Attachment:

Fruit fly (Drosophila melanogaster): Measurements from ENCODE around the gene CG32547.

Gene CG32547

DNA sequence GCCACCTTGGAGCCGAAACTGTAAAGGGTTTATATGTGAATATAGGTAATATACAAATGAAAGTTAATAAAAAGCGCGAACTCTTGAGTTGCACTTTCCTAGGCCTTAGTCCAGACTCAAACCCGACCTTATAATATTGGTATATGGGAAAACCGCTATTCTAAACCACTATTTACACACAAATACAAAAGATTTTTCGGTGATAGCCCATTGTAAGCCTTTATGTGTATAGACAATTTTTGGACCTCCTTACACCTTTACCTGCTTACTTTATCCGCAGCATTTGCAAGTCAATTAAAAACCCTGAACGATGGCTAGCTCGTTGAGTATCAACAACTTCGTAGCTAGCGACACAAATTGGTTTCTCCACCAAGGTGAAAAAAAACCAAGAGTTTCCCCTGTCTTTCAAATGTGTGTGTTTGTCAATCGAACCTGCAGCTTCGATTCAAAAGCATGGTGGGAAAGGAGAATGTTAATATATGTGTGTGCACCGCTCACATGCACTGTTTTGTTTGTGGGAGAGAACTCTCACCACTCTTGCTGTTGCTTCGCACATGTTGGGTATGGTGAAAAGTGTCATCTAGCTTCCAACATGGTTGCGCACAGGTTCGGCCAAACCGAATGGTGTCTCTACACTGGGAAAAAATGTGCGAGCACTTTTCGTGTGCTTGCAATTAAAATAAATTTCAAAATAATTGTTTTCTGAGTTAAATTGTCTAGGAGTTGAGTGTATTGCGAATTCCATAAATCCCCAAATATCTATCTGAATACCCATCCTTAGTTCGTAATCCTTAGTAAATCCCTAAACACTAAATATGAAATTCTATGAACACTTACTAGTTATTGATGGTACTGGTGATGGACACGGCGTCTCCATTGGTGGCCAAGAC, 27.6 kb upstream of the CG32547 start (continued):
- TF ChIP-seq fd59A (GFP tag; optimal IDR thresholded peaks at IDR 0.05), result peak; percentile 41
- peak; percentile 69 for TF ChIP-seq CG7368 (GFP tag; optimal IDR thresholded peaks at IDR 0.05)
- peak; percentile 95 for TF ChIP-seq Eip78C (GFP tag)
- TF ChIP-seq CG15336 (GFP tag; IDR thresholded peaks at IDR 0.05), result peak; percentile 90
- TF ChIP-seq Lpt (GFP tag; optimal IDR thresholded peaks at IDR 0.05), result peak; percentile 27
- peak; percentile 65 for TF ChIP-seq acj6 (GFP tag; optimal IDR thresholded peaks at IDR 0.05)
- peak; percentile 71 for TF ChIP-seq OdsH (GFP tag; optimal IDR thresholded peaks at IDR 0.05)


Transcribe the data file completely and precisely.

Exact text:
Fruit fly (Drosophila melanogaster): Measurements from ENCODE around the gene CG32547.

Gene CG32547

DNA sequence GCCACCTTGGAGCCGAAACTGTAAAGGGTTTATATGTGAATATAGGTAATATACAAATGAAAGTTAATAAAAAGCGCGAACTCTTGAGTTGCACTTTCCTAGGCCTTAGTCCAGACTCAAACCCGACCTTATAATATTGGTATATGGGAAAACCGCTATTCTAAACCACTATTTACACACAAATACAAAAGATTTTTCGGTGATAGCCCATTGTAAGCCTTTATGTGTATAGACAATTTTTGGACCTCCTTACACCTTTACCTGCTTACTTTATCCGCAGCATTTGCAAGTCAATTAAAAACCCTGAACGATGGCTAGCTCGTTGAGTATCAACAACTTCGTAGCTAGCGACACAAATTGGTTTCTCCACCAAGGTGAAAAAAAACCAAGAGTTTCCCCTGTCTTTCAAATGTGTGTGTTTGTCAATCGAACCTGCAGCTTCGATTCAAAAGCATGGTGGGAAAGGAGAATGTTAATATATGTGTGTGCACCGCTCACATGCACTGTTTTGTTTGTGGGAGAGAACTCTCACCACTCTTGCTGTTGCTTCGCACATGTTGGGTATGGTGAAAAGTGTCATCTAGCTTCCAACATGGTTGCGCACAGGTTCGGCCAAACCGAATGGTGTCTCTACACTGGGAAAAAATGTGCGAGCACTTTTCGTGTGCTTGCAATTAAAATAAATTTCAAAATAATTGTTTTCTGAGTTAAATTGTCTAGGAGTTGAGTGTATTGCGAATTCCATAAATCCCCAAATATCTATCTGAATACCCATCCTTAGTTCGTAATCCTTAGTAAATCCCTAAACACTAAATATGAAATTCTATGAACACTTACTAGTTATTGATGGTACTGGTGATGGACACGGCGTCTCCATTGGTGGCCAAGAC, 27.6 kb upstream of the CG32547 start (continued):
- TF ChIP-seq fd59A (GFP tag; optimal IDR thresholded peaks at IDR 0.05), result peak; percentile 41
- peak; percentile 69 for TF ChIP-seq CG7368 (GFP tag; optimal IDR thresholded peaks at IDR 0.05)
- peak; percentile 95 for TF ChIP-seq Eip78C (GFP tag)
- TF ChIP-seq CG15336 (GFP tag; IDR thresholded peaks at IDR 0.05), result peak; percentile 90
- TF ChIP-seq Lpt (GFP tag; optimal IDR thresholded peaks at IDR 0.05), result peak; percentile 27
- peak; percentile 65 for TF ChIP-seq acj6 (GFP tag; optimal IDR thresholded peaks at IDR 0.05)
- peak; percentile 71 for TF ChIP-seq OdsH (GFP tag; optimal IDR thresholded peaks at IDR 0.05)